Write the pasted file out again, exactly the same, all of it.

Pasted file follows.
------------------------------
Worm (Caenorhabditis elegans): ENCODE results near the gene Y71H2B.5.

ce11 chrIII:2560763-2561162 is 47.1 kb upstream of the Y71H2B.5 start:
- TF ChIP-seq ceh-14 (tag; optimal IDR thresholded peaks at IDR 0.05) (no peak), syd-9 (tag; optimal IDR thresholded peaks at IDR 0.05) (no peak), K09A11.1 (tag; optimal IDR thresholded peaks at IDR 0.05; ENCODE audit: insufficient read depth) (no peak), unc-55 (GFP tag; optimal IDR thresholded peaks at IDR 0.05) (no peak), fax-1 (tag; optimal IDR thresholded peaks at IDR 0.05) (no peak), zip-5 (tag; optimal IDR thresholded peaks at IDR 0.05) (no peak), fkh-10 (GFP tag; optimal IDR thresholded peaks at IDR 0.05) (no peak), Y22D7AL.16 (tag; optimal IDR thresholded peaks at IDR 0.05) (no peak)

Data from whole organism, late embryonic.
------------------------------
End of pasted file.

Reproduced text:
Worm (Caenorhabditis elegans): ENCODE results near the gene Y71H2B.5.

ce11 chrIII:2560763-2561162 is 47.1 kb upstream of the Y71H2B.5 start:
- TF ChIP-seq ceh-14 (tag; optimal IDR thresholded peaks at IDR 0.05) (no peak), syd-9 (tag; optimal IDR thresholded peaks at IDR 0.05) (no peak), K09A11.1 (tag; optimal IDR thresholded peaks at IDR 0.05; ENCODE audit: insufficient read depth) (no peak), unc-55 (GFP tag; optimal IDR thresholded peaks at IDR 0.05) (no peak), fax-1 (tag; optimal IDR thresholded peaks at IDR 0.05) (no peak), zip-5 (tag; optimal IDR thresholded peaks at IDR 0.05) (no peak), fkh-10 (GFP tag; optimal IDR thresholded peaks at IDR 0.05) (no peak), Y22D7AL.16 (tag; optimal IDR thresholded peaks at IDR 0.05) (no peak)

Data from whole organism, late embryonic.